Statement on PrEP funding decision

Joint statement from the Society for Endocrinology and the Pituitary Foundation on PrEP funding decision 

The Society for Endocrinology and Pituitary Foundation welcome the news that the NHS is continuing to routinely fund three critically important endocrine-drugs: 

* Pegvisomant, the third line treatment for the endocrine disease acromegaly 
* Pasireotide for Cushing's Disease 
* Tolvaptan for hyponatraemia secondary to the Syndrome of Inappropriate Antidiuretic Hormone (SIADH) for patients who require cancer chemotherapy 

Between 2,500 and 8,300 UK patients suffer from acromegaly, a condition caused by excess levels of growth hormone. Symptoms include joint pain, protruding hands and jaw, fatigue, headaches and in children and teenagers excessive height (gigantism). 

Continuing to prescribe pegvisomant will ensure patients have access to an important medication that directly blocks the effects of growth hormone and improves painful symptoms.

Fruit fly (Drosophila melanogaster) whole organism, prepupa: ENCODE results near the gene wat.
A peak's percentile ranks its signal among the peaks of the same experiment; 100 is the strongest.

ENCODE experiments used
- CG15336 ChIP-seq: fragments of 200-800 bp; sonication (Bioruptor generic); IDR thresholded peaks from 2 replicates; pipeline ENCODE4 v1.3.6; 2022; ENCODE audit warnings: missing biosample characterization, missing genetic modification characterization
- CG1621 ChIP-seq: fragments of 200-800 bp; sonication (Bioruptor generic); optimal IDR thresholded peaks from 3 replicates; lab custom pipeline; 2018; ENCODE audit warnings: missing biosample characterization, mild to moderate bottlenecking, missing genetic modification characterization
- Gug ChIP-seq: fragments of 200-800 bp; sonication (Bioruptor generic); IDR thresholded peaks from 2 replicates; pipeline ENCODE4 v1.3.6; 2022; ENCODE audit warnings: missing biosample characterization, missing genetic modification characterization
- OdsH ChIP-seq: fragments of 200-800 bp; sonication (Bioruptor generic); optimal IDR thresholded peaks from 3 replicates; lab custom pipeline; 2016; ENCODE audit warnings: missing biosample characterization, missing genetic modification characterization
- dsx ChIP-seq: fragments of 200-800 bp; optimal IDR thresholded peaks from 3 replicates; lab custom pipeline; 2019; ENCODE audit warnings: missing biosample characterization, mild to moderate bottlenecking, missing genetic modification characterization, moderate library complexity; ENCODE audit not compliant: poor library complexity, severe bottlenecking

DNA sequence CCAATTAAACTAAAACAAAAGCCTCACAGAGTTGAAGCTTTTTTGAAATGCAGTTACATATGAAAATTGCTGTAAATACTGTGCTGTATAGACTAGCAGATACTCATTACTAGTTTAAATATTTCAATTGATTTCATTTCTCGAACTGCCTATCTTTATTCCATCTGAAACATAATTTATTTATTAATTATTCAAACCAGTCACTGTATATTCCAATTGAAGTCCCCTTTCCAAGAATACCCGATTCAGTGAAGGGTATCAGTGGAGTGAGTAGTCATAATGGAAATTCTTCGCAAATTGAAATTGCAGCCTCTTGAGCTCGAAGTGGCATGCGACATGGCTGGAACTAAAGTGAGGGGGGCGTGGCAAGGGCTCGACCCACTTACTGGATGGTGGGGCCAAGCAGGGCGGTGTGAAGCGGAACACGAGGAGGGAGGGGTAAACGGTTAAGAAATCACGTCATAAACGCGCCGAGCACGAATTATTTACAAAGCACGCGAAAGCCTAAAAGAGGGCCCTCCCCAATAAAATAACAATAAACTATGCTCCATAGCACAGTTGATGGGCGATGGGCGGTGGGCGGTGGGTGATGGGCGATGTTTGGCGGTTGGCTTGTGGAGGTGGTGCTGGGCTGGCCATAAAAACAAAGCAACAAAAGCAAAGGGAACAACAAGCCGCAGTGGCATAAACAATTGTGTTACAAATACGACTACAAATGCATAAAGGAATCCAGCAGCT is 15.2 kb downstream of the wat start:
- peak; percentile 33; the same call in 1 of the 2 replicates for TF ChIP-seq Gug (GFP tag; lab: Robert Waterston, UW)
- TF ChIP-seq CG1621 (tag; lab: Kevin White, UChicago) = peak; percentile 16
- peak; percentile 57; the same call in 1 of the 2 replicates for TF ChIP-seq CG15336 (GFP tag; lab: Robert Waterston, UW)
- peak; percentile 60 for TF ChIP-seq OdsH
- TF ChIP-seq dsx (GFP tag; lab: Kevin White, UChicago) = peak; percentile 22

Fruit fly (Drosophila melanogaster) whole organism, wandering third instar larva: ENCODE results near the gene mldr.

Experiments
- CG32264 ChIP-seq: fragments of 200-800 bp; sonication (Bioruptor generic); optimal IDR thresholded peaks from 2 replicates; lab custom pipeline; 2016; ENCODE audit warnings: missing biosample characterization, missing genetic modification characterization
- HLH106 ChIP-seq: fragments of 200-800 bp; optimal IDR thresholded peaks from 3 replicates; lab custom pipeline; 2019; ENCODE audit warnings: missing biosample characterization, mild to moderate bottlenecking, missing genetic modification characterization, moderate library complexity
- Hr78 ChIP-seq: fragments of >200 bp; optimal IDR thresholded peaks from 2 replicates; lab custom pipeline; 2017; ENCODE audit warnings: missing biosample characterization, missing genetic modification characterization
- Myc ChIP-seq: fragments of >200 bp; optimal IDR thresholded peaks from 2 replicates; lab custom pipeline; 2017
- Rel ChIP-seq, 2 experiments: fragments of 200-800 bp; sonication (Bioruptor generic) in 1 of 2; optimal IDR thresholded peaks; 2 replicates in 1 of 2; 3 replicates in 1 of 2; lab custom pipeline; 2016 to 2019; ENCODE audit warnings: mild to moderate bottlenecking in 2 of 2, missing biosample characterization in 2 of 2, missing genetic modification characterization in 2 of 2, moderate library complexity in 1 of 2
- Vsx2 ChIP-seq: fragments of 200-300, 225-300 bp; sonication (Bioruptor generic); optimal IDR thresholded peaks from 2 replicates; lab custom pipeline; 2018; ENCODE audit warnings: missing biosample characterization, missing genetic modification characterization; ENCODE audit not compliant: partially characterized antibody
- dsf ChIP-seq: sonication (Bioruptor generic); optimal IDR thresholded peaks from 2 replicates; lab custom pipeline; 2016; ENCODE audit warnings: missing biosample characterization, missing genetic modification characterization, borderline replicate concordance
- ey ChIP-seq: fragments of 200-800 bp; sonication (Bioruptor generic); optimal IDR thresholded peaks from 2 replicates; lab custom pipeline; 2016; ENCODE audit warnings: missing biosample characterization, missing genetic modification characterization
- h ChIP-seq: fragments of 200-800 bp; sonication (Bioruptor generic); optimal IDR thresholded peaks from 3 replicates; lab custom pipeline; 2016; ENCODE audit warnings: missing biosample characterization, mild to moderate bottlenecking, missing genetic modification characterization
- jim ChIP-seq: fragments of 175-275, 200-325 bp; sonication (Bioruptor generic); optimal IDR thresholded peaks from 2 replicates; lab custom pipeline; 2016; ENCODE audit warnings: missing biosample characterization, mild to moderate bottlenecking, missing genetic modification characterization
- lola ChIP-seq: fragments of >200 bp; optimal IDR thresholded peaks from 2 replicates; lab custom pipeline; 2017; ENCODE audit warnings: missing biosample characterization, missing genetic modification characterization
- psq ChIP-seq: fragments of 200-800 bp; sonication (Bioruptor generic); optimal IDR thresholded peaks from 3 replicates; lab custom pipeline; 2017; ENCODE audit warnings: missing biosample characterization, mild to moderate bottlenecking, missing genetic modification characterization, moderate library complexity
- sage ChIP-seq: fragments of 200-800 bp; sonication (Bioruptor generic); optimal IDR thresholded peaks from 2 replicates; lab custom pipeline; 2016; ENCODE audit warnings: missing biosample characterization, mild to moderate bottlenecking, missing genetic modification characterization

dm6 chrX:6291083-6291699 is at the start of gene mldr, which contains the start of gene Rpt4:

Professor John Wass, spokesperson for the Society for Endocrinology said: 

"Pegivsomant is an important medical treatment for acromegaly, a disease which greatly shortens life expectancies and has significant morbidities if inadequately treated. We are very pleased that pegviosmant and two other critical endocrine drugs will be routinely prescribed". 


A campaign spokesperson for the Pituitary Foundation added: "We're delighted to learn that NHS England will routinely commission pegvisomant and pasireotide. 

"These treatments give hope to those patients who are unable to control their condition through any other means. Uncontrollable acromegaly has a high mortality rate and Pegvisomant users we spoke to reported significant improvements to their health and wellbeing and energy levels, with some describing the drug as 'life changing'," they said. 

Cushing's syndrome is a collection of symptoms caused by very high levels of a hormone called cortisol in the body. Pasireotide is an important new medicine that gives patients for whom surgery is not a viable option an alternative treatment.